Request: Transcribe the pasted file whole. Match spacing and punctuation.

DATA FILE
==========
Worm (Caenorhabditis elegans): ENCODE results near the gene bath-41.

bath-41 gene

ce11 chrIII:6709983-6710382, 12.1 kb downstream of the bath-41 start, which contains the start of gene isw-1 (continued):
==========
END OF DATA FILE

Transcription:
Worm (Caenorhabditis elegans): ENCODE results near the gene bath-41.

bath-41 gene

ce11 chrIII:6709983-6710382, 12.1 kb downstream of the bath-41 start, which contains the start of gene isw-1 (continued):